Rob sat across the fire at Sacred Stone Camp from me, hands deep in his pockets against the deepening chill of the night. He was recounting the difficulties he had faced in his home state of North Dakota as an environmentalist while all his neighbors baulked at the term. Rob, you see, had come to Standing Rock, North Dakota, to support the local Sioux tribes in opposing the Dakota Access Pipeline (DAPL). As I pressed him more and more for what it was like where he was from and what people thought about the pipeline in the heavily oil-reliant North Dakotan economy, he finally professed that he wasn’t the best one to ask – his neighbors were reluctant to talk to him because he himself opposed the pipelines.

The idea was for DAPL to connect the newly burgeoning oil fields of North Dakota to an existing framework of pipelines in Illinois. Faced with the choice to truck it, transport it by train, or build a pipeline, Energy Transfer Partner decided the latter would be the most economical and, moreobver, they claim, the most “environmental.” However, the term “environmental” has often been co-opted by companies and used to greenwash more dangerous practices. Indeed, environmentalists, farmers who live downstream, and the Sioux people at Standing Rock (just to name a few) insist that all pipelines break and the threat to the water of the Missouri river is too great to risk such a project.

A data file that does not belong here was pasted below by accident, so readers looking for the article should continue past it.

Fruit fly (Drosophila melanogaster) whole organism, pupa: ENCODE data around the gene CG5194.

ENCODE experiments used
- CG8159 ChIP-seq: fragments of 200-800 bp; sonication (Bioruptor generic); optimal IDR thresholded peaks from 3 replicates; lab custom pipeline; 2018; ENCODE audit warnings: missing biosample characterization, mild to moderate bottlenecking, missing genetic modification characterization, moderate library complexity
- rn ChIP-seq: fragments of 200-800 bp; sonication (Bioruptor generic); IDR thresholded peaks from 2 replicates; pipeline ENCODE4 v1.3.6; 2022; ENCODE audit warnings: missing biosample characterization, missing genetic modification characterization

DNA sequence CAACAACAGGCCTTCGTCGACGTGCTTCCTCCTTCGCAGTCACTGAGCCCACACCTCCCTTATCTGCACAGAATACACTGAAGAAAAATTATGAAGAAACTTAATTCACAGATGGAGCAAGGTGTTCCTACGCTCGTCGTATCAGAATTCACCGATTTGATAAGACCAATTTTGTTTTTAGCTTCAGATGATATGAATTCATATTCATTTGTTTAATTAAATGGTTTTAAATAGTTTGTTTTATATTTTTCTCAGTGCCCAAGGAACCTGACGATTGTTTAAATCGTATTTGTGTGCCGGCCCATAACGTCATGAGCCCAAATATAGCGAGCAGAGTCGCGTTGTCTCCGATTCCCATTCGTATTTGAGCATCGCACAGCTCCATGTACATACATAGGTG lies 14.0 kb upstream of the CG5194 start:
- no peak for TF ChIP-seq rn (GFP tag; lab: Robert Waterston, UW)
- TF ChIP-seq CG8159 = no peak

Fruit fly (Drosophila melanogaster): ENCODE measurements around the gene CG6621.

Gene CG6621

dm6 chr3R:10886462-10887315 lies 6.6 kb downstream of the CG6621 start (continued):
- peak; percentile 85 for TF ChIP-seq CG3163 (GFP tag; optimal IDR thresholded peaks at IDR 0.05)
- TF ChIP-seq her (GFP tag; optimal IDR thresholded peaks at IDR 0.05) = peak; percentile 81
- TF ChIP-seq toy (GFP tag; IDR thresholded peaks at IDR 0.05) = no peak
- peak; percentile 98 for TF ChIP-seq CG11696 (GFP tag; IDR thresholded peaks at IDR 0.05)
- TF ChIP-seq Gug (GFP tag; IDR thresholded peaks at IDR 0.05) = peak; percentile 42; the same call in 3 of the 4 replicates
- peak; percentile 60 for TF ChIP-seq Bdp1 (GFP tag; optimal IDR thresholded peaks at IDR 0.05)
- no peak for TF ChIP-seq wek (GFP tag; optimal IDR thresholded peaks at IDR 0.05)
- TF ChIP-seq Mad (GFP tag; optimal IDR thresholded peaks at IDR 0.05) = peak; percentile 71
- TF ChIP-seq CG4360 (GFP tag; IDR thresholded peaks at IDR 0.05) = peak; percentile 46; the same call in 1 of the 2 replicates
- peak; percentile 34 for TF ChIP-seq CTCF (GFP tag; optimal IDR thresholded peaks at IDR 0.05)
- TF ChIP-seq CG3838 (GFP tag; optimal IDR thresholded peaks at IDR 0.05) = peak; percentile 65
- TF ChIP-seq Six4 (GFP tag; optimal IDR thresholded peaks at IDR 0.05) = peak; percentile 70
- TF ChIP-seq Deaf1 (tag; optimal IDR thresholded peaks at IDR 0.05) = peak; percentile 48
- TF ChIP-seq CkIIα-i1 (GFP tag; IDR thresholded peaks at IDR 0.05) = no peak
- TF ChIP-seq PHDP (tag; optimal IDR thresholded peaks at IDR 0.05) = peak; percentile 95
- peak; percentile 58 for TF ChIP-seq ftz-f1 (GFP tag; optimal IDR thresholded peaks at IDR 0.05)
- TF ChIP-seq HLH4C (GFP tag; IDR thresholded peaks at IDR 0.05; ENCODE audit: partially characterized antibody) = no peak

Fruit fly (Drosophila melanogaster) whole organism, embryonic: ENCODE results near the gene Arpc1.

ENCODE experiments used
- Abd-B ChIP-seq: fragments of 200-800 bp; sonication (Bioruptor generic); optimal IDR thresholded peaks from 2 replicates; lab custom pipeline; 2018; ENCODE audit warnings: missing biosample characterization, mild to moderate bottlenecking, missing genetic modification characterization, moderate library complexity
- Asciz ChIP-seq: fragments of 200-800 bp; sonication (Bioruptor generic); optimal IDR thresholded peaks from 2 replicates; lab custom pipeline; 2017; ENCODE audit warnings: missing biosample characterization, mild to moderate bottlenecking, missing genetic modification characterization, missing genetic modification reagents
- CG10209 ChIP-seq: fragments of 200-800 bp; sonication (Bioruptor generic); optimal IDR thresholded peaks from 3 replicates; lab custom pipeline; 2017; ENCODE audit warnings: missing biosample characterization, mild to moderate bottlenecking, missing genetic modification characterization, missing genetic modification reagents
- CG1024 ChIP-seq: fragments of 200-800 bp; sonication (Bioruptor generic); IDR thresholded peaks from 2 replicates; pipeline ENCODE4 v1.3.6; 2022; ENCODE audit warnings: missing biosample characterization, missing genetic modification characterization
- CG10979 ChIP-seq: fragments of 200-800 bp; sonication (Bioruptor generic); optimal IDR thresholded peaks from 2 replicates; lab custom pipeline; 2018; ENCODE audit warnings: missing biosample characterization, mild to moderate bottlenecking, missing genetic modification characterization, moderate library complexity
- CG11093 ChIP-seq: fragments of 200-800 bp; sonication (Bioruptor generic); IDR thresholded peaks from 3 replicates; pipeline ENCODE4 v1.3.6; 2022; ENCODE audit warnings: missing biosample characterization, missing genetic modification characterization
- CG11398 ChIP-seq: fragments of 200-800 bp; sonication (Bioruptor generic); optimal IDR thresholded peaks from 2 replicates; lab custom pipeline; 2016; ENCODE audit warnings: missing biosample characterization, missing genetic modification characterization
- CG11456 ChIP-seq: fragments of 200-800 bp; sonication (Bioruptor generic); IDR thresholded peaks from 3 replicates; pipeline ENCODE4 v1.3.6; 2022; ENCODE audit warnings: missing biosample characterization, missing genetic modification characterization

To understand why such a project would be pursued, we need to think for a moment about the economy of North Dakota and, more specifically, about Rob’s neighbors. In 2006, the Bakken oil formation was discovered in North Dakota and capitalized upon. These reserves had remained untapped up to that moment; what changed was the invention of horizontal drilling and hydraulic fracturing (or fracking). When the process of fracking was created, in conjunction with a greater desire to become as a country more energy independent, the Bakken formation turned to gold. The area was quickly spun into production and produced job after job – so many in fact that during the Great Recession, unemployment remained low in North Dakota[1]. However, in 2012, the oil boom peaked and turned to the downward end of the boom-and-bust cycle. With the global price of oil plummeting, the fields have become much less profitable and, in an economy so heavily reliant on the production of those oil fields, people have been hit hard financially[2]. While it won’t have any significant impact on the global price of oil, the DAPL pipeline represents for many North Dakotans a step towards bolstering the oil industry and, therefore, jobs. Energy Transfer Partners have been very good at selling this pipeline to the people of North Dakota as a glimmer of hope in an economy whose gold plating has been scraped off. Why should Rob’s neighbors care about water quality downstream or the impending doom of climate change to be faced by their grandchildren when they can’t find a job to put food on the table?